I don’t know about you, but I personally think emoji are kind of dumb. However, that’s just one outlaw’s opinion on the matter. Here at the CleverFunnel homestead, we like to joke that emoji are the performance enhancement pills err… weight gain pills of subject lines. They are a quick and easy way to add extra content to a subject line. But, do they actually work? The answer is both yes and no.
Wait Just a Dog Darn Minute!
The truth in these parts is that emoji lay in the realm of either skeezy spammers trying to sell you sex with very bad spelling and grammar, or they are used by lazy millennials, youngsters, and hipsters trying to look cool. This is not to say that emoji are all bad – they’re not. It’s just that people, and especially businesses, tend to use them incorrectly.
Emoji are increasingly replacing entire words on phones, messaging clients and other chat apps, mostly via auto-correct. The first few times I noticed my phone doing this, it caught me by annoying surprise, because I like to spell out my thoughts, not narrate my conversation like a children’s picture book. ❤️
In reality, emoji are just the digital version of D-List celebrity Bieber look-a-likes.
In our experience, it really depends on who your target audience is. You’re not going to have much success using emoji in emails meant for financial professionals. However, you could include them if you’re sending messaging from a restaurant or something in the B2C space. ️✈️
There’s Data in Them There Hills
As we love to do at the CleverFunnel homestead, we put aside our preconceived notions about emoji, and sought out cold, hard data.
We put emoji to the test in our latest email subject lines to see which one gets more opens. This is what came of such things:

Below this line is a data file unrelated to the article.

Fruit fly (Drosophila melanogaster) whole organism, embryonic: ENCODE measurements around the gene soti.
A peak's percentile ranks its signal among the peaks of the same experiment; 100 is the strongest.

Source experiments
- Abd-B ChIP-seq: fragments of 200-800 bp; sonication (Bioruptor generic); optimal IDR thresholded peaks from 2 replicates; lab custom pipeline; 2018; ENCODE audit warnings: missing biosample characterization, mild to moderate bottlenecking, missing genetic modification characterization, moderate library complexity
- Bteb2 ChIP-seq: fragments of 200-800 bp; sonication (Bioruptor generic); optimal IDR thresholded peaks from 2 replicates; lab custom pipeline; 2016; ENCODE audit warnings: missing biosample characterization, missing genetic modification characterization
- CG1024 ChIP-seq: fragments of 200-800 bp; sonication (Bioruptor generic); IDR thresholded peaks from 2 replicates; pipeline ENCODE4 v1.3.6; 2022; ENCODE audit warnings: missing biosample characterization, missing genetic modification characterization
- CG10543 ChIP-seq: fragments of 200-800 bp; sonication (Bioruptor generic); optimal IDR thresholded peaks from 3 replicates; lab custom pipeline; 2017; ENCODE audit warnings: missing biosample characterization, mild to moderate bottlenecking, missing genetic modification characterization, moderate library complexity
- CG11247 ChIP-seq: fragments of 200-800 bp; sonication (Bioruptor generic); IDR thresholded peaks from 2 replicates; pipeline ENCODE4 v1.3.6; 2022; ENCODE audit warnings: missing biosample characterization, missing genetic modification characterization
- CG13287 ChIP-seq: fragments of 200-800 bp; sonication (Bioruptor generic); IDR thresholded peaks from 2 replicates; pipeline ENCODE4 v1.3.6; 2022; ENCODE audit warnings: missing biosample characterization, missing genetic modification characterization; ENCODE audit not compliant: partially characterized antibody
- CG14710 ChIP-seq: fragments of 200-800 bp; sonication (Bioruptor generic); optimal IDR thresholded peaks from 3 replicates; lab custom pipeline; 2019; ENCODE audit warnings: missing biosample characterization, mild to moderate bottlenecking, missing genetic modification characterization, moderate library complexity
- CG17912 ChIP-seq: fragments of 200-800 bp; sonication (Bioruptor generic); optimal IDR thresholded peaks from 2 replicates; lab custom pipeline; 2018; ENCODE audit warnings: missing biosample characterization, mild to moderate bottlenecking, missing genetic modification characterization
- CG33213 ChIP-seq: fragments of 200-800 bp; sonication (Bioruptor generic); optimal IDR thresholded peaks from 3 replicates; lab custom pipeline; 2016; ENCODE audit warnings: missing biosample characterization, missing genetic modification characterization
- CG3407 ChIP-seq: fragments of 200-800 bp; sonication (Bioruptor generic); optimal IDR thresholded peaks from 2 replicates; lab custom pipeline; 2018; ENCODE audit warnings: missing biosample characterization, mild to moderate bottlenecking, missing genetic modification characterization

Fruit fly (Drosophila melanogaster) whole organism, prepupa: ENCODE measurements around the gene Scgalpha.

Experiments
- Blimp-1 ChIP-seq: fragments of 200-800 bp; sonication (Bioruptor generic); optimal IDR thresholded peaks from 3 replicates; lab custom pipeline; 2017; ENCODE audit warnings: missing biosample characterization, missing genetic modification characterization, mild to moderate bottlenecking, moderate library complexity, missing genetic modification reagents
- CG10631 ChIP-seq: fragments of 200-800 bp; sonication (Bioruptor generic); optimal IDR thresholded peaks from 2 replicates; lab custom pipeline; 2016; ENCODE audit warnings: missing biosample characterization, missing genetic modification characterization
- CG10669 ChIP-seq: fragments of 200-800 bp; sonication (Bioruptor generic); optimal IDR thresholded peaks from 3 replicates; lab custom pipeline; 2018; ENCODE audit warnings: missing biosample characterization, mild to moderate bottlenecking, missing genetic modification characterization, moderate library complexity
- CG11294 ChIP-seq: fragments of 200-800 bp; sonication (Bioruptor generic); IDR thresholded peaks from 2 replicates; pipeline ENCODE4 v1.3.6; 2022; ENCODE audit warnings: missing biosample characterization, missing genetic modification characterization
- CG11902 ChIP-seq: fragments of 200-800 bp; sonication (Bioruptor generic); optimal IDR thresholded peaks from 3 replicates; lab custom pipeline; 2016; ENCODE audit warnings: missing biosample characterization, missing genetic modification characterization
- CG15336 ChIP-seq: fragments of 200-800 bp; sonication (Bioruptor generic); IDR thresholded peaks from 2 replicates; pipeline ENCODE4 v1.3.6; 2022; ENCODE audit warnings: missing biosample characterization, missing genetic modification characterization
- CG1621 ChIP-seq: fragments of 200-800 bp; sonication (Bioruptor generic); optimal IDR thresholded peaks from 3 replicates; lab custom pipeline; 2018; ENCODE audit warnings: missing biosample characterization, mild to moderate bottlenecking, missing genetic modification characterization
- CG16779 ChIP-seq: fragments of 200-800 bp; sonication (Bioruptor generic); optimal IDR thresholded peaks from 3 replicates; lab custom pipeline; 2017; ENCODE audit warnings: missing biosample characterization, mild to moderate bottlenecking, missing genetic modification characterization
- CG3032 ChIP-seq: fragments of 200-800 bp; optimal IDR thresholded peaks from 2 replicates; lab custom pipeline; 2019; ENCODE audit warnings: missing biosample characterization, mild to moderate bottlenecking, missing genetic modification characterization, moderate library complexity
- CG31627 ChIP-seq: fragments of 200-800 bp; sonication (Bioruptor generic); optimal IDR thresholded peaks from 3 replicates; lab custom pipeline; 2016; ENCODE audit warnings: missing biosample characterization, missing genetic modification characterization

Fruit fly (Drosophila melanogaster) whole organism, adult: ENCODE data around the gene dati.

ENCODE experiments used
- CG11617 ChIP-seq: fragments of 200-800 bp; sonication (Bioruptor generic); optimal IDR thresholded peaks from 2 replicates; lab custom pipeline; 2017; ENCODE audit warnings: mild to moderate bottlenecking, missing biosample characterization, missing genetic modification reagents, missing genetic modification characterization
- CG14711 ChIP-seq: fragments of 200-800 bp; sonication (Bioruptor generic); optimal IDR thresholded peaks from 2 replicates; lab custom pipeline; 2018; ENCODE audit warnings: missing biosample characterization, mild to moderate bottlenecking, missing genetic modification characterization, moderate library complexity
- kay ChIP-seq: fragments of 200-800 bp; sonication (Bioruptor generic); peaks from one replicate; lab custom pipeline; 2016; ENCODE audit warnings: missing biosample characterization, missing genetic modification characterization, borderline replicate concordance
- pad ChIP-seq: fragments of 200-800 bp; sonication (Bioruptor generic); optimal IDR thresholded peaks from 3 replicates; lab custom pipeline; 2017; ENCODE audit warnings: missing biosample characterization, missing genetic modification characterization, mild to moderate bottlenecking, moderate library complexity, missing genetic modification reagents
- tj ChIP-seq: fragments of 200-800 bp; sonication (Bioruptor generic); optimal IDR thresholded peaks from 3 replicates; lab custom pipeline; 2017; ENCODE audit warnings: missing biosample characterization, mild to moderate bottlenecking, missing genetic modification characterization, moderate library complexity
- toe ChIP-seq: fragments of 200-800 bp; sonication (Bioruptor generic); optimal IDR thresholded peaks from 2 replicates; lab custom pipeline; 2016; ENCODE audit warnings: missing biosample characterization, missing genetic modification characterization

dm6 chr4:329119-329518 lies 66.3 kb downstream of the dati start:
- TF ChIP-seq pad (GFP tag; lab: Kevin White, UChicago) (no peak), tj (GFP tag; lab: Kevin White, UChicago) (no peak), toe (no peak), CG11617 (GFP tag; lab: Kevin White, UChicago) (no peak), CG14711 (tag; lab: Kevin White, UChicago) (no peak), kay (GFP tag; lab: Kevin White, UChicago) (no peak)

The chart above represents two recent B2B email sends. As you can see, we have had mixed results when it comes to using emoji in email subject lines. On the first email which had emoji in we got an open rate of 7.55%. In the email without emoji, we got an open rate of 9.2%. In this test, the subject line without emoji clearly did better. The two emails were exactly the same; the only difference was the subject lines.
The second test results were much closer. The email with emoji in the subject lines had an open rate of 8.3%. The email with no emoji had an open rate of 8.2%. Again, the emails were the same, with the only difference being the subject lines.
Using these two tests we cannot definitively say one way or the other that using emoji in subject lines will produce more open rates. So far, it’s kind of a mixed bag. We will have to conduct more tests and send more emails. But as marketers, this shouldn’t take too long. The more tests we run, the better.
As I mentioned several other times, emoji in subject lines work differently for different audiences and industries, so we invite you to do your own tests. For our B2B SaaS marketing world, they are a mixed bag. One one hand, they are fun to use every now and then and can get some decent results. On the other hand, we’re not going to be sending every time we want to send out some newsletter or feature update. We’re also definitely not going to be adding emoji to emails for our clients in the financial sector. In some spaces, emoji are just unprofessional, where clear and targeted messaging works best. However, if we’re sending out food-related messaging for our other clients, a ️ emoji will probably be fine, especially if the audience will be more B2C than B2B.
What good is having a test for 1 audience in a few emails? If I know myself (and I’d like to think I do), I’ll open a GrubHub email with a tasty piece of cake in the subject in a heartbeat — especially if I’m craving a no-longer-in-production Unicorn Frappuccino.
Do you have a different experience with emoji in subject lines or have a different impression of them? We’d love to hear it. Let us know your thoughts!